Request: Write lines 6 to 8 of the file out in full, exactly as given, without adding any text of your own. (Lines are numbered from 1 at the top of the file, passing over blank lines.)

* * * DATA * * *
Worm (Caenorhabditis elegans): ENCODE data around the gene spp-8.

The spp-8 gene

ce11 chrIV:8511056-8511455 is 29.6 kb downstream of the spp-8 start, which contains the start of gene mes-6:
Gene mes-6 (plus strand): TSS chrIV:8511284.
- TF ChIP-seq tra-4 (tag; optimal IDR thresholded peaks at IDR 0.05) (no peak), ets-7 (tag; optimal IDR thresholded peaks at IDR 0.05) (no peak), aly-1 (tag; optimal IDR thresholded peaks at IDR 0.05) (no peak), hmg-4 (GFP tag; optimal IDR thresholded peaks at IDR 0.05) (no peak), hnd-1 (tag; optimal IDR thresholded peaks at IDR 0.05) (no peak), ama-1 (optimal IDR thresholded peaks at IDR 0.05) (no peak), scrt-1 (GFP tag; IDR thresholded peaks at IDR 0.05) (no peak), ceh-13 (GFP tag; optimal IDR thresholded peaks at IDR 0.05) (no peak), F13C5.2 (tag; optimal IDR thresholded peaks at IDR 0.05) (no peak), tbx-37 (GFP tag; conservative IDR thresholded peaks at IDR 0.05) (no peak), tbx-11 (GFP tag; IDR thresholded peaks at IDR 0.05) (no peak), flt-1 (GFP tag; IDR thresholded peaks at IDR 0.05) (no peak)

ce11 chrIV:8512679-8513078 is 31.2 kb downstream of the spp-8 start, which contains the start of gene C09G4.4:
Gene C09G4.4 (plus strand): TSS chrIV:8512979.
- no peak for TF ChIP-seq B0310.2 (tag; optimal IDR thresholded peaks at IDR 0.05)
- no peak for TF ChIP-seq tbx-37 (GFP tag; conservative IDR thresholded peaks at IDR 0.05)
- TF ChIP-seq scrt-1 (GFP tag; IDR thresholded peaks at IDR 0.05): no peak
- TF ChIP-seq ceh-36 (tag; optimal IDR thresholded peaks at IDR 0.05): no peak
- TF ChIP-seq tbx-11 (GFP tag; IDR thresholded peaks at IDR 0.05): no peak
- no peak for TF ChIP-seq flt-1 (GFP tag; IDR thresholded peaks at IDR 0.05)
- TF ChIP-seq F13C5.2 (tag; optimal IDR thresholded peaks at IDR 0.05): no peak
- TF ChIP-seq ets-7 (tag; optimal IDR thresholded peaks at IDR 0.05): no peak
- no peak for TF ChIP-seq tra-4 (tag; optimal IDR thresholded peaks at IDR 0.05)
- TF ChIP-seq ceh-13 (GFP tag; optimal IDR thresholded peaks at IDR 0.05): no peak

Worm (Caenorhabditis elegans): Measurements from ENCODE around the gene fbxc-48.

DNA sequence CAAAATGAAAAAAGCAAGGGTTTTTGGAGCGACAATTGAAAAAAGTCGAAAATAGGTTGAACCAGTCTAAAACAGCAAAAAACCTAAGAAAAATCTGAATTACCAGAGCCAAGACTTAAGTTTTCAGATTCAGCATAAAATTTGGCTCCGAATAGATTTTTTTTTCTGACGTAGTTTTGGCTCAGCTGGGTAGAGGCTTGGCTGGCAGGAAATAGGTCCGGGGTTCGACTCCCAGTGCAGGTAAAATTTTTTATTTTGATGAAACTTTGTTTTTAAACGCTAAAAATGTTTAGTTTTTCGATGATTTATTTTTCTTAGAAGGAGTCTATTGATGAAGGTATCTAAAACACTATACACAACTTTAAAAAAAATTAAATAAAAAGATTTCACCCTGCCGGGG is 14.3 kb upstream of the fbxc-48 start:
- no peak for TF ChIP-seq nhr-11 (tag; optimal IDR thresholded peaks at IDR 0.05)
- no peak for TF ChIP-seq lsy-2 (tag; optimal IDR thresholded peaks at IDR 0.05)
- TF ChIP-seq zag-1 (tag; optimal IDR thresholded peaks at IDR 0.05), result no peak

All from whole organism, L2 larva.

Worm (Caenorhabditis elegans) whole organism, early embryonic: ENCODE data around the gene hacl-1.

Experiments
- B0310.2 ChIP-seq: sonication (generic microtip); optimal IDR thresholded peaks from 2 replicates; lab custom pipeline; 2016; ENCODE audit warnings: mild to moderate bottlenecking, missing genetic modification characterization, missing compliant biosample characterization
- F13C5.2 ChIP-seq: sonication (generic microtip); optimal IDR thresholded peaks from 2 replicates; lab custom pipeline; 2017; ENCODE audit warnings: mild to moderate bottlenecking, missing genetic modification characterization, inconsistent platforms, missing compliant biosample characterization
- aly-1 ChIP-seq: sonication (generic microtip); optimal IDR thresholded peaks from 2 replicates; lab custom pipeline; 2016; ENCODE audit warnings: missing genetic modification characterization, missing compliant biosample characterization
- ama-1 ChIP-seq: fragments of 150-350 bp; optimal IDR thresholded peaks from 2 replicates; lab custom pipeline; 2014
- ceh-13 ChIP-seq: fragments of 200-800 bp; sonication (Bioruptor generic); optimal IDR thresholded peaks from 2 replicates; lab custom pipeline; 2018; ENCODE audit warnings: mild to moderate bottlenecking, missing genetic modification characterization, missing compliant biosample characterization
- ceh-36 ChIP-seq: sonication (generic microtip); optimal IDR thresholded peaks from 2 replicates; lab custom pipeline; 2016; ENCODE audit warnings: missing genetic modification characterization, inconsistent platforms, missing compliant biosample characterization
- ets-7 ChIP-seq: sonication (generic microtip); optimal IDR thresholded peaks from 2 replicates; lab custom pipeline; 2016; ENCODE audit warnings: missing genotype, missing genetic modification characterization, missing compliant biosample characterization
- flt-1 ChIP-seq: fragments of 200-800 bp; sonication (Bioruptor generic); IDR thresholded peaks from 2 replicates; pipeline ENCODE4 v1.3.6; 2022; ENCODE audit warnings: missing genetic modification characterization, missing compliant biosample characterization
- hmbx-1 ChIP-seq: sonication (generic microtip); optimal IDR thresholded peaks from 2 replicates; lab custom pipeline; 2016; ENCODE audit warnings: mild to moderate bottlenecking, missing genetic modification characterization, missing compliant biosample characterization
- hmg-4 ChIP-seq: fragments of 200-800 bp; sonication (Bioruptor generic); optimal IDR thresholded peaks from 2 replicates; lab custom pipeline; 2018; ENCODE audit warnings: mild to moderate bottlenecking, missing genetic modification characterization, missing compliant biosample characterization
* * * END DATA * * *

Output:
ce11 chrIV:8512679-8513078 is 31.2 kb downstream of the spp-8 start, which contains the start of gene C09G4.4:
Gene C09G4.4 (plus strand): TSS chrIV:8512979.
- no peak for TF ChIP-seq B0310.2 (tag; optimal IDR thresholded peaks at IDR 0.05)